Drudge and the Swamp Dwellers
I feel like I need a shower. A long one.
I have just emerged from the online swamp known as “comments,” and boy, that’s a slimy neighborhood.
The Drudge Report published an unnamed-source item late last week on Condi Rice being at the top of Mitt Romney’s veep list. Within hours, the media world ran with it. The timing of the item was suspect, and the lemmings who repeated it helped promulgate a story that was extremely unlikely to be true.
After putting fingers to keyboard for The Daily Beast on why the practice of repeating stories without vetting them is unethical, hundreds of comments poured in. Many agreed that the media blew it. Others simply wanted to attack Drudge, in especially nasty ways. And still others used it as a way to bludgeon either Obama or Romney.
What wasn’t addressed was the fact that many of the comments were so hateful as to be unreadable. Which brings me to my next screed. What happened to “if you can’t say something nice, don’t say it all”? We wonder why our politicians’ discourse is so unpleasant and why no one can get anything done in Congress. And then we mimic their behavior on message boards by calling someone with an opposing viewpoint stupid – and that’s the tame version.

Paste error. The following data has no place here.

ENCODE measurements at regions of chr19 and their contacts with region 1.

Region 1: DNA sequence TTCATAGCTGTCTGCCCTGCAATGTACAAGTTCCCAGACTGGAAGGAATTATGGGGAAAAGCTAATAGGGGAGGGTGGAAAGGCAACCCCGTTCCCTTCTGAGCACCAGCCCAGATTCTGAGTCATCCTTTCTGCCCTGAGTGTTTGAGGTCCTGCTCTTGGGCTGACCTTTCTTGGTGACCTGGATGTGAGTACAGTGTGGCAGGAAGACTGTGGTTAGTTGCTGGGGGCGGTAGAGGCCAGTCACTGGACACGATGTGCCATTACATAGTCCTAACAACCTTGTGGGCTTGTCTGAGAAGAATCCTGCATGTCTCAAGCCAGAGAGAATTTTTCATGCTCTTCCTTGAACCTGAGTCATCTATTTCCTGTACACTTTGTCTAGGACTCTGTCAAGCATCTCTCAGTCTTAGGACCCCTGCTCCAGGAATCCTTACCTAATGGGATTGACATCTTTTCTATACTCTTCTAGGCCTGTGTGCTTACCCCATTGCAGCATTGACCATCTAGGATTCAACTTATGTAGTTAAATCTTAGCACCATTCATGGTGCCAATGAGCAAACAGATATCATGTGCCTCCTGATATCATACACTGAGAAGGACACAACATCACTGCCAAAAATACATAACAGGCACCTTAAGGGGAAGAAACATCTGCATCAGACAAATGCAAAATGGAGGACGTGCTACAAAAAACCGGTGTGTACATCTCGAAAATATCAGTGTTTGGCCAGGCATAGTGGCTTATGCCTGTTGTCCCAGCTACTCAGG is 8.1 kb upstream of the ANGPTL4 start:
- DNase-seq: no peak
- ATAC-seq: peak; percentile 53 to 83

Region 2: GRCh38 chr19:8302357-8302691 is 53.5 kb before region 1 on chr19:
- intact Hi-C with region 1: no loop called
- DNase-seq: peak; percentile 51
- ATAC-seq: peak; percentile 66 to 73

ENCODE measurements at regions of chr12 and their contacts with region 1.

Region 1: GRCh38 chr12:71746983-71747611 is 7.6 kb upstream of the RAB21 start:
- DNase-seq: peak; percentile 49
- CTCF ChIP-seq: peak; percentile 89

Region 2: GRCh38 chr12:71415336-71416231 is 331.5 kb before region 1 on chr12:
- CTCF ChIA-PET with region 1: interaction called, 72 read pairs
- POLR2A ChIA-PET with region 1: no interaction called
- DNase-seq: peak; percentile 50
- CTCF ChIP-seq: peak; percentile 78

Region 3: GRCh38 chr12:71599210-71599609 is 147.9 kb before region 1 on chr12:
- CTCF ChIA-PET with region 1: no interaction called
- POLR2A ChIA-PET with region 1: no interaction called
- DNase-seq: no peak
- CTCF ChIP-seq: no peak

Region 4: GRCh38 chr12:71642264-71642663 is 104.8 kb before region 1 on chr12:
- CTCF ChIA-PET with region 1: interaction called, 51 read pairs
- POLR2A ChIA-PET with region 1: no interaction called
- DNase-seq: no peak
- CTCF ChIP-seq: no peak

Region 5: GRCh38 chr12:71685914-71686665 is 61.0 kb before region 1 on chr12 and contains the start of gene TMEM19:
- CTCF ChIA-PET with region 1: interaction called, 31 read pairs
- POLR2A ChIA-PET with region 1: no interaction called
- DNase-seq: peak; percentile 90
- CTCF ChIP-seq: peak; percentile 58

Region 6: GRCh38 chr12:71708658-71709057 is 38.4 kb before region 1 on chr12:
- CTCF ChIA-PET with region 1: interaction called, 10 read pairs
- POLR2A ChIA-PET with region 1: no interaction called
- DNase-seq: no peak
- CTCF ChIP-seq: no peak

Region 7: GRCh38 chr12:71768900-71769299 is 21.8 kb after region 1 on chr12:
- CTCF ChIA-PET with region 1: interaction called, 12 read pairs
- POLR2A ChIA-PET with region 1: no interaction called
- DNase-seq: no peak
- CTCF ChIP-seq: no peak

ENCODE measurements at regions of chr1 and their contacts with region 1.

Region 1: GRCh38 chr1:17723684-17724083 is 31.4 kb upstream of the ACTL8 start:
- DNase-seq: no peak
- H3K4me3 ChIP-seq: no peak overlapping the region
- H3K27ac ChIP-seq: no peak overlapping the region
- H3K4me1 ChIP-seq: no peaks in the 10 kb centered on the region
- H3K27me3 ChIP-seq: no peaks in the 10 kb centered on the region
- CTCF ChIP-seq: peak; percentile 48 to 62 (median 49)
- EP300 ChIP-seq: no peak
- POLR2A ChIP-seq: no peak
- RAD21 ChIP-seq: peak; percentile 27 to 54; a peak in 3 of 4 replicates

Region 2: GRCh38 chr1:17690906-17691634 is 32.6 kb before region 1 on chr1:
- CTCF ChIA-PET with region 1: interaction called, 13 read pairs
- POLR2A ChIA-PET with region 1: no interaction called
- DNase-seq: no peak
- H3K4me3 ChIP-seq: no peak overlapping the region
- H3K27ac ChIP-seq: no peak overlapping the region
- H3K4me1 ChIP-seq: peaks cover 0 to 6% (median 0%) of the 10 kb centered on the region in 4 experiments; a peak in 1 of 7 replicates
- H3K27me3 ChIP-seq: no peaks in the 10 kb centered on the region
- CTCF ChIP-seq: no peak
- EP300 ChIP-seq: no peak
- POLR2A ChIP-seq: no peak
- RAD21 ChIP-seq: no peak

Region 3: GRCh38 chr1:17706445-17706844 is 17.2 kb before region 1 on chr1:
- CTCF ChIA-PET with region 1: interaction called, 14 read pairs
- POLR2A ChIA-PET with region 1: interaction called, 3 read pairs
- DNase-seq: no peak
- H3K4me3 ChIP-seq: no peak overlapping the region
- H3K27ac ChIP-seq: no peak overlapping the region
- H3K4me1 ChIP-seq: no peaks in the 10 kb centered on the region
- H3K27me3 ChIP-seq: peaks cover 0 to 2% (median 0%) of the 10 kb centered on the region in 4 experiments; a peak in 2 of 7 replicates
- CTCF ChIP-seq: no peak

Attacking Drudge on the basis of his sexuality? And just what does that have to do with anything?
It’s even worse when the media initiates the invective. Take Michael Tomasky’s piece in the Daily Beast excoriating Romney and calling him a “racist” for his speech to the NAACP. I know Michael. I work with him. He’s a great guy – always pleasant, inclusive and a team player. But when I read his viscous attack, my heart grew heavy. The piece became another example of the crippling invective that is paralyzing our political processes.
Enough already. Maybe commenters and scribes and politicians need to channel this pent-up anger into something constructive. Like playing a heated game of tennis, or kickboxing, or windsurfing. Even gardening if that does it for you.
Call me Pollyanna, but something’s got to give. The problems of the world are too large to spend time vilifying those who don’t believe what you do. And you’re too smart to spend your time doing it just to be heard. Right?
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